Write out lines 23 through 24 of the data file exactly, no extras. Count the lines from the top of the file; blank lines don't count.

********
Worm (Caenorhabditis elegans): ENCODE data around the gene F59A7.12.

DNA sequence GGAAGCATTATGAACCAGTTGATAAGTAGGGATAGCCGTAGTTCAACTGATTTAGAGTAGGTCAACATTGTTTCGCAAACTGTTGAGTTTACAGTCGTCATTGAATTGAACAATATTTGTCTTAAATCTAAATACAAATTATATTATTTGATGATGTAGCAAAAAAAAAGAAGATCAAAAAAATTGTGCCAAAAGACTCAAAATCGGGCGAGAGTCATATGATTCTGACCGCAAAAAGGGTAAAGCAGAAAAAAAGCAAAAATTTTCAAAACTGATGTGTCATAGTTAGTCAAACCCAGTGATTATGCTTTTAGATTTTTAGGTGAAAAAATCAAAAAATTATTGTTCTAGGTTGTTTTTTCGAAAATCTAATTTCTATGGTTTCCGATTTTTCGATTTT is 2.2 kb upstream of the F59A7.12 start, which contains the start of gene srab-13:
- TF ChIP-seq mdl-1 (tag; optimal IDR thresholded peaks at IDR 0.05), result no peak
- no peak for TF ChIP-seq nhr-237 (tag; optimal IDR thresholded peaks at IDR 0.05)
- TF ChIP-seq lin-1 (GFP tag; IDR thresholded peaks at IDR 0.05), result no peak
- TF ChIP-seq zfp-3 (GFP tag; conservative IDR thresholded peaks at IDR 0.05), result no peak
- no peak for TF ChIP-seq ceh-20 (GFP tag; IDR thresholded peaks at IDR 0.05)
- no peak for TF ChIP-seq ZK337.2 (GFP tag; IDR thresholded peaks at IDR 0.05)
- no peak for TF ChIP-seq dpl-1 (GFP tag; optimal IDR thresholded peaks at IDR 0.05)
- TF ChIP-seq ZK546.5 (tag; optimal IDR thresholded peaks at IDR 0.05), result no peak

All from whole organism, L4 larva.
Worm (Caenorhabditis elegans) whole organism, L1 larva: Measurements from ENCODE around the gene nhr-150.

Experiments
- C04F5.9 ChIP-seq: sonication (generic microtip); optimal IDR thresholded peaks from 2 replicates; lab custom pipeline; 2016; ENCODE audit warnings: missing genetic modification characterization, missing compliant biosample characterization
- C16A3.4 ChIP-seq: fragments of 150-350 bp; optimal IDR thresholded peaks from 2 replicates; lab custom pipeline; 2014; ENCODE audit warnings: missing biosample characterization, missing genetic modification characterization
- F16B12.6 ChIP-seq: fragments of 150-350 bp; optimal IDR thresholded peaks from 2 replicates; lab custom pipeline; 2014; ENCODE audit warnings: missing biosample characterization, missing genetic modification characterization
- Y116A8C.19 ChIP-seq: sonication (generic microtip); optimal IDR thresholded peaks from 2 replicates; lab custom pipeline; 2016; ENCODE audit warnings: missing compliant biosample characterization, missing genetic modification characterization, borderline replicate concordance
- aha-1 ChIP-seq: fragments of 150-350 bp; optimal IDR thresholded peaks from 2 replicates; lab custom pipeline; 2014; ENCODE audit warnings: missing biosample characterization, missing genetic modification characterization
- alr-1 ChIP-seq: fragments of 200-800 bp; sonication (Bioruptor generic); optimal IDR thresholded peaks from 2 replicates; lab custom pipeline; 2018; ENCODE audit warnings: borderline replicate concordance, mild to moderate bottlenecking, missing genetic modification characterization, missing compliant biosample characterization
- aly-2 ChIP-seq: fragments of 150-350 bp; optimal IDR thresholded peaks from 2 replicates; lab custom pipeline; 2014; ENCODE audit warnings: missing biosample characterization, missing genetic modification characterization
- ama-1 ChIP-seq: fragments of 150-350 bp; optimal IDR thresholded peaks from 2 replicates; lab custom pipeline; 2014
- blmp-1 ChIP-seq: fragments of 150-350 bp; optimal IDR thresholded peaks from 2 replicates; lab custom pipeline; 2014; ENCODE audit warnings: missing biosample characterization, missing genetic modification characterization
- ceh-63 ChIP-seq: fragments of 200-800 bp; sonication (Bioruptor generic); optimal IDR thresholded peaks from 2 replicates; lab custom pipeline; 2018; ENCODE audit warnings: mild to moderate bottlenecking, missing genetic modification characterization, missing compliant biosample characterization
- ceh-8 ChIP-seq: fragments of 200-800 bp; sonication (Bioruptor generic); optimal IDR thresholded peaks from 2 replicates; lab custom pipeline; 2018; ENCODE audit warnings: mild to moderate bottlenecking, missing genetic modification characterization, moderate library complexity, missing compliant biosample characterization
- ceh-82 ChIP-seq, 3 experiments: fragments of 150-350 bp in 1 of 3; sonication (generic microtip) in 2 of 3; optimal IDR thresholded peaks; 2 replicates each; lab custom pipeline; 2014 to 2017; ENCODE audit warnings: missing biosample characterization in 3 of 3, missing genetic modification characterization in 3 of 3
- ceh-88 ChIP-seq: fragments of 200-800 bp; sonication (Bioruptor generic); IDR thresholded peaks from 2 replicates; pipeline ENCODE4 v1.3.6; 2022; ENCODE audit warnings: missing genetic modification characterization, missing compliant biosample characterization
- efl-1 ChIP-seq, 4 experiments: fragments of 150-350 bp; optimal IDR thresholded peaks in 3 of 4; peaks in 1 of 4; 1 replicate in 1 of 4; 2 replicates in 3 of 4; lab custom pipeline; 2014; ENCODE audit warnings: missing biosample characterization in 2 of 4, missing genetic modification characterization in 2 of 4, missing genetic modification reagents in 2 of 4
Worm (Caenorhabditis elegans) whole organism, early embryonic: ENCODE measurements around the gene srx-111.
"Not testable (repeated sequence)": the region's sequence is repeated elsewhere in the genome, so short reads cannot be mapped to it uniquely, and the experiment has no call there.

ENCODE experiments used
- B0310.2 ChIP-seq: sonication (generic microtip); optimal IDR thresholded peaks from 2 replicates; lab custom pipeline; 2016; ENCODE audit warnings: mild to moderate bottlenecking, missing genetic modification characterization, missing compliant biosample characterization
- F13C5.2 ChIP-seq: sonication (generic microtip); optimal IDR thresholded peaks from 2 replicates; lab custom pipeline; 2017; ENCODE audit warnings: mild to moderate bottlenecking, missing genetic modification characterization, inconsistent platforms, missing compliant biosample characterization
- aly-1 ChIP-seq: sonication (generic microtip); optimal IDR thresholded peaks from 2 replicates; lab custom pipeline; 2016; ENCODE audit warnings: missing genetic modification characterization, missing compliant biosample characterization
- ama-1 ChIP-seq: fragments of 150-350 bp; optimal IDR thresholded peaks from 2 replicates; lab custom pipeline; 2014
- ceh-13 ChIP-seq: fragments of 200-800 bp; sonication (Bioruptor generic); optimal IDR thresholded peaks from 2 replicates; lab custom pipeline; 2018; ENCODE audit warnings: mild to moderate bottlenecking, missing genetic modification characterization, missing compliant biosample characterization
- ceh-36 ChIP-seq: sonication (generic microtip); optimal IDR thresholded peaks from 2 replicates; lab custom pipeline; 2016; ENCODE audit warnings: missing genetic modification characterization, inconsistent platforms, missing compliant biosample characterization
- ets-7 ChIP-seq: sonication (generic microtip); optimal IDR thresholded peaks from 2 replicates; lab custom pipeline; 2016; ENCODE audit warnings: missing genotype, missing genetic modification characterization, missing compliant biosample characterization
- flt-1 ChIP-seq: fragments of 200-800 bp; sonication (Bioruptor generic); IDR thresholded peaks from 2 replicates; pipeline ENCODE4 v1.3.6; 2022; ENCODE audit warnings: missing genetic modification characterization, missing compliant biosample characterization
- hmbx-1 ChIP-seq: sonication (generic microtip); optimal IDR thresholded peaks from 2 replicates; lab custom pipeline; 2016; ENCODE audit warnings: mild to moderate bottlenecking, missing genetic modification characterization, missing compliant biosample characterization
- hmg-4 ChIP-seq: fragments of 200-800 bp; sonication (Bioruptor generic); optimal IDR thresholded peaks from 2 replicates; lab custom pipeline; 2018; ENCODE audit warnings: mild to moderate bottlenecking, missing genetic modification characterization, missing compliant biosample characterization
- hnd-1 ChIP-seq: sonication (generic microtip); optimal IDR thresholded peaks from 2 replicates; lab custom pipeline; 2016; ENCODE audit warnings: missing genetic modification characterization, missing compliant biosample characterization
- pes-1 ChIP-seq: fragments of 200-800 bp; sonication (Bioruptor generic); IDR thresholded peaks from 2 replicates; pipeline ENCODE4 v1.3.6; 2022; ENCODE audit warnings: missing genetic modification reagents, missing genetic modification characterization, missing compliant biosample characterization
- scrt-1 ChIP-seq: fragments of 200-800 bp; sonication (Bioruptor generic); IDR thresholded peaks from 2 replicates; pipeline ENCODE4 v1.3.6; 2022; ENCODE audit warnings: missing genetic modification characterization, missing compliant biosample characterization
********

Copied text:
- ceh-63 ChIP-seq: fragments of 200-800 bp; sonication (Bioruptor generic); optimal IDR thresholded peaks from 2 replicates; lab custom pipeline; 2018; ENCODE audit warnings: mild to moderate bottlenecking, missing genetic modification characterization, missing compliant biosample characterization
- ceh-8 ChIP-seq: fragments of 200-800 bp; sonication (Bioruptor generic); optimal IDR thresholded peaks from 2 replicates; lab custom pipeline; 2018; ENCODE audit warnings: mild to moderate bottlenecking, missing genetic modification characterization, moderate library complexity, missing compliant biosample characterization